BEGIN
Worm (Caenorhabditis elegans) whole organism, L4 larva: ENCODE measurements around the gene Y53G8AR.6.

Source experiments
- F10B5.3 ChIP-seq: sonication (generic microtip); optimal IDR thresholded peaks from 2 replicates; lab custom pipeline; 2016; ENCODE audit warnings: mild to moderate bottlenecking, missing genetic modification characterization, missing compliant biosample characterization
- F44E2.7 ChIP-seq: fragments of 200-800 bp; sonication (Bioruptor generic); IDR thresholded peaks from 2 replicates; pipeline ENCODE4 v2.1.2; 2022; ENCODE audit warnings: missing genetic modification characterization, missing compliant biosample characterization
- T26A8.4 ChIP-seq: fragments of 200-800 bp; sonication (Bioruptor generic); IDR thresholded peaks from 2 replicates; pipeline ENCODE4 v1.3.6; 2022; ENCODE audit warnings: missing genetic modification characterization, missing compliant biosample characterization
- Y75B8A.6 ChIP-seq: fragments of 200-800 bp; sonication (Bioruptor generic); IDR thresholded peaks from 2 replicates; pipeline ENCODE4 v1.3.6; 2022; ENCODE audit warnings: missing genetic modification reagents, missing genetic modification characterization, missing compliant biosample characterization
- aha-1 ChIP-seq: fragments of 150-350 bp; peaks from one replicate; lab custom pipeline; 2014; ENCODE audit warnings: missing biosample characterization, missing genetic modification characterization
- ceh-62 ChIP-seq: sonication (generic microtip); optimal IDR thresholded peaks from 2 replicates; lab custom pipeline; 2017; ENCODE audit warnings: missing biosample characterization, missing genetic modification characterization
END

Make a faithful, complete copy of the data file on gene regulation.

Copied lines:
Worm (Caenorhabditis elegans) whole organism, L4 larva: ENCODE measurements around the gene Y53G8AR.6.

Source experiments
- F10B5.3 ChIP-seq: sonication (generic microtip); optimal IDR thresholded peaks from 2 replicates; lab custom pipeline; 2016; ENCODE audit warnings: mild to moderate bottlenecking, missing genetic modification characterization, missing compliant biosample characterization
- F44E2.7 ChIP-seq: fragments of 200-800 bp; sonication (Bioruptor generic); IDR thresholded peaks from 2 replicates; pipeline ENCODE4 v2.1.2; 2022; ENCODE audit warnings: missing genetic modification characterization, missing compliant biosample characterization
- T26A8.4 ChIP-seq: fragments of 200-800 bp; sonication (Bioruptor generic); IDR thresholded peaks from 2 replicates; pipeline ENCODE4 v1.3.6; 2022; ENCODE audit warnings: missing genetic modification characterization, missing compliant biosample characterization
- Y75B8A.6 ChIP-seq: fragments of 200-800 bp; sonication (Bioruptor generic); IDR thresholded peaks from 2 replicates; pipeline ENCODE4 v1.3.6; 2022; ENCODE audit warnings: missing genetic modification reagents, missing genetic modification characterization, missing compliant biosample characterization
- aha-1 ChIP-seq: fragments of 150-350 bp; peaks from one replicate; lab custom pipeline; 2014; ENCODE audit warnings: missing biosample characterization, missing genetic modification characterization
- ceh-62 ChIP-seq: sonication (generic microtip); optimal IDR thresholded peaks from 2 replicates; lab custom pipeline; 2017; ENCODE audit warnings: missing biosample characterization, missing genetic modification characterization